Trauma X-ray - Upper limb
Glenohumeral joint

Key points

  • AP and Y-views are the standard views in the context of trauma
  • Anterior dislocation is much more common than posterior dislocation
  • Anterior dislocation results in the humeral head lying anterior to the glenoid and inferior to the coracoid process

Normal shoulder joint

The 'shoulder' joint is more accurately termed the glenohumeral joint.

In the context of trauma there are 2 standard views used to assess this joint. These are the - Anterior-Posterior (AP) view, and the lateral or 'Y-view'.

If the patient can tolerate holding the arm in abduction, an 'axial' view is an alternative to the Y-view.

Shoulder - Normal AP view

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Shoulder - Normal AP view

  • The humeral head and glenoid contours are aligned normally

Shoulder - Normal Y-view

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Shoulder - Normal Y-view

  • The Y-view is so named because of the Y shape of the scapula formed when looking at it laterally
  • The humeral head is correctly aligned - it overlies the glenoid and is positioned posterior to the coracoid

Shoulder joint - Normal axial view

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Shoulder joint - Normal axial view

  • The glenohumeral joint (GHJ) is aligned normally
  • The acromioclavicular joint (ACJ) is aligned normally

'Shoulder' dislocation

Shoulder dislocation is a term often used loosely to indicate dislocation of the head of the humerus from the glenoid of the scapula.

The shoulder can dislocate posteriorly, but anterior dislocation is approximately 50 times more common.

Anterior dislocations are usually associated with trauma with the arm abducted and in external rotation. Posterior dislocations are associated with electric shocks and epileptic seizures.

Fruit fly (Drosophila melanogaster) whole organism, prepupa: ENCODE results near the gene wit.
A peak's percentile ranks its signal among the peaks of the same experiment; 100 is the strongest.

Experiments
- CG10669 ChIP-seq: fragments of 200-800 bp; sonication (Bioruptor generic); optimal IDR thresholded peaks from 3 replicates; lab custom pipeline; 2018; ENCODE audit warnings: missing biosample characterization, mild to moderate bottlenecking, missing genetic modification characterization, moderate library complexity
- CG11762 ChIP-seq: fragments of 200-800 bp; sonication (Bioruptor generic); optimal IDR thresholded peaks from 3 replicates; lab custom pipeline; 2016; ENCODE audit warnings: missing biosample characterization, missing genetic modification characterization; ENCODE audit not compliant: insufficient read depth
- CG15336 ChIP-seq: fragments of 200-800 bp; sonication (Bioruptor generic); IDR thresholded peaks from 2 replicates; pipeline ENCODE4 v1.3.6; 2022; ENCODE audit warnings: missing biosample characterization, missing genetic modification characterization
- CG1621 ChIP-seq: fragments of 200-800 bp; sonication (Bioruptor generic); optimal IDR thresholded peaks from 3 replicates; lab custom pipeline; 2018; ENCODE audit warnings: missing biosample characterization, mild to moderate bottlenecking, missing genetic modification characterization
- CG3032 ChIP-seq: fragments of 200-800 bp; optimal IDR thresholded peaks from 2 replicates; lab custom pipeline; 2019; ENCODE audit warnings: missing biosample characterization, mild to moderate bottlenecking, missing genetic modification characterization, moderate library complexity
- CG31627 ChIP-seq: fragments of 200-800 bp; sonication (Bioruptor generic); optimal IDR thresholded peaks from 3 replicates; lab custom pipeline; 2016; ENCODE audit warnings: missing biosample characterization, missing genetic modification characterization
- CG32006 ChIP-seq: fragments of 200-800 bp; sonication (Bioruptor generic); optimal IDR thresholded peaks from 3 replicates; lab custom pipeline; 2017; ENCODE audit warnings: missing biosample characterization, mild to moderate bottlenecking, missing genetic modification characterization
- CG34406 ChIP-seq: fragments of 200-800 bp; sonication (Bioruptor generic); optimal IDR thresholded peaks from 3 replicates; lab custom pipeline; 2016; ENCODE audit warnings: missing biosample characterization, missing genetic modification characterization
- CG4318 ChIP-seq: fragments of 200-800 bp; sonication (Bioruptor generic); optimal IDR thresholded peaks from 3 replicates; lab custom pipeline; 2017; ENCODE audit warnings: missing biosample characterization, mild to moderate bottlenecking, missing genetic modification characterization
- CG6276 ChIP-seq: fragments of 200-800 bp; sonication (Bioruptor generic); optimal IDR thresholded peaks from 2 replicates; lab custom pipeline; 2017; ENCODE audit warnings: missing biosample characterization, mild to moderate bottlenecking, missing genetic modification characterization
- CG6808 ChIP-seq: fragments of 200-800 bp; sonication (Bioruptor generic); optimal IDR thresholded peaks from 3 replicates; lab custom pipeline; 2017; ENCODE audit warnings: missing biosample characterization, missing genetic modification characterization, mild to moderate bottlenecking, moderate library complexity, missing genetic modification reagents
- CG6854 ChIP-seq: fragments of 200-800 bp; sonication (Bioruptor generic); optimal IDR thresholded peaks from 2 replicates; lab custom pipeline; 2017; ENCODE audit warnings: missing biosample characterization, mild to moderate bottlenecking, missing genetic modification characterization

Anterior shoulder dislocation - AP view

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Anterior shoulder dislocation - AP view

  • Humeral head and glenoid surfaces are not aligned
  • The humeral head lies below the coracoid

Anterior shoulder dislocation - Y view

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Anterior shoulder dislocation - Y view

  • The humeral head lies anterior to the glenoid and inferior to the coracoid process

Anterior shoulder dislocation - Axial view

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Anterior shoulder dislocation - Axial view

  • The humeral head surface is no longer aligned with the glenoid
  • The humeral head lies anterior to the glenoid

Posterior shoulder dislocation - AP view

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Posterior shoulder dislocation - AP view

  • The glenohumeral joint is widened
  • Cortical irregularity of the humeral head indicates an impaction fracture
  • Following posterior dislocation the humerus is held in internal rotation and the contour of the humeral head is said to resemble a 'light bulb'
  • Note: Any X-ray acquired with the humerus held in internal rotation will mimic this appearance

Clinical information

  • Bilateral shoulder pain following epileptic fit

Diagnosis

  • Bilateral posterior shoulder dislocation (left not shown)

Posterior shoulder dislocation - Y view

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Posterior shoulder dislocation - Y view

  • The humeral head (blue line) no longer overlies the glenoid (red line)
  • The correct position of the humeral head is shown (green line)